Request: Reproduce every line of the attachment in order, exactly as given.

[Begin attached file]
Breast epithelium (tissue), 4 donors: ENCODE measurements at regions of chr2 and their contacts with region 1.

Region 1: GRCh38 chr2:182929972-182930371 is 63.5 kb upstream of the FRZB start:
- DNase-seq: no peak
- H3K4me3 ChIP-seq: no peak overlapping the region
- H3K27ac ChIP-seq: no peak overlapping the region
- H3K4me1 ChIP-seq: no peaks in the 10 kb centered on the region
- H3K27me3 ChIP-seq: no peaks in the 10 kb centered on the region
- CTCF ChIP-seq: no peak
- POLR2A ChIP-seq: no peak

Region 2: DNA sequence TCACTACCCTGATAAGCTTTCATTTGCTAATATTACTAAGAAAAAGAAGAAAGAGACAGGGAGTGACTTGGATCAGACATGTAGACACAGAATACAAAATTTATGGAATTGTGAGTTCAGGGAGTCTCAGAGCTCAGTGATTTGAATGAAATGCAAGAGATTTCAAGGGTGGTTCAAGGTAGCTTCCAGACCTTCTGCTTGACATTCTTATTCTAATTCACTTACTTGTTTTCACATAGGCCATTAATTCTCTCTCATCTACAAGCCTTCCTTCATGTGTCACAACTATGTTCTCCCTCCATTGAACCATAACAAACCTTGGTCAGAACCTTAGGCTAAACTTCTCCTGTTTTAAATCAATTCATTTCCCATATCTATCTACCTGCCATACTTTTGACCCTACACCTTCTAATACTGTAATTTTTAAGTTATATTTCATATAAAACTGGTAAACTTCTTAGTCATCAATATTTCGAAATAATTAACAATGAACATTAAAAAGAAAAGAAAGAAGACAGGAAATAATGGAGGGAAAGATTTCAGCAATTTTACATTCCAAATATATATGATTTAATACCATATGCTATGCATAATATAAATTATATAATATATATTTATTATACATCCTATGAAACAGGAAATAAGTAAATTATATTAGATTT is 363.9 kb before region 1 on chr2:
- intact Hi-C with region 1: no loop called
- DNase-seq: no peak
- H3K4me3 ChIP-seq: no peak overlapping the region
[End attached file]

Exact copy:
Breast epithelium (tissue), 4 donors: ENCODE measurements at regions of chr2 and their contacts with region 1.

Region 1: GRCh38 chr2:182929972-182930371 is 63.5 kb upstream of the FRZB start:
- DNase-seq: no peak
- H3K4me3 ChIP-seq: no peak overlapping the region
- H3K27ac ChIP-seq: no peak overlapping the region
- H3K4me1 ChIP-seq: no peaks in the 10 kb centered on the region
- H3K27me3 ChIP-seq: no peaks in the 10 kb centered on the region
- CTCF ChIP-seq: no peak
- POLR2A ChIP-seq: no peak

Region 2: DNA sequence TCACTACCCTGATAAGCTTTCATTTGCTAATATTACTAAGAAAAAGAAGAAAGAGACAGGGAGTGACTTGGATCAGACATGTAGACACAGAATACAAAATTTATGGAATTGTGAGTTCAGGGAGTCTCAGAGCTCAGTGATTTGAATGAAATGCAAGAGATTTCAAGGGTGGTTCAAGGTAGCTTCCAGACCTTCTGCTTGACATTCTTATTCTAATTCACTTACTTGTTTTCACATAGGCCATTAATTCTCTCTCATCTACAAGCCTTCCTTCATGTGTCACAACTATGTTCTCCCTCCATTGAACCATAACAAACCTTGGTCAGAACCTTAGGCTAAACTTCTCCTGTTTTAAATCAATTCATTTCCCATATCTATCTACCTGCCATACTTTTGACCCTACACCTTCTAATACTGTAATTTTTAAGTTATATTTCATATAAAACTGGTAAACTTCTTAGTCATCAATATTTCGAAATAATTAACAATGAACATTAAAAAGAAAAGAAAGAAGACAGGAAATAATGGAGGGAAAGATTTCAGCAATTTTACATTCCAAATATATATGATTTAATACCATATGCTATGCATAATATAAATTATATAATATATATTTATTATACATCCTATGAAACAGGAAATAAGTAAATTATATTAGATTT is 363.9 kb before region 1 on chr2:
- intact Hi-C with region 1: no loop called
- DNase-seq: no peak
- H3K4me3 ChIP-seq: no peak overlapping the region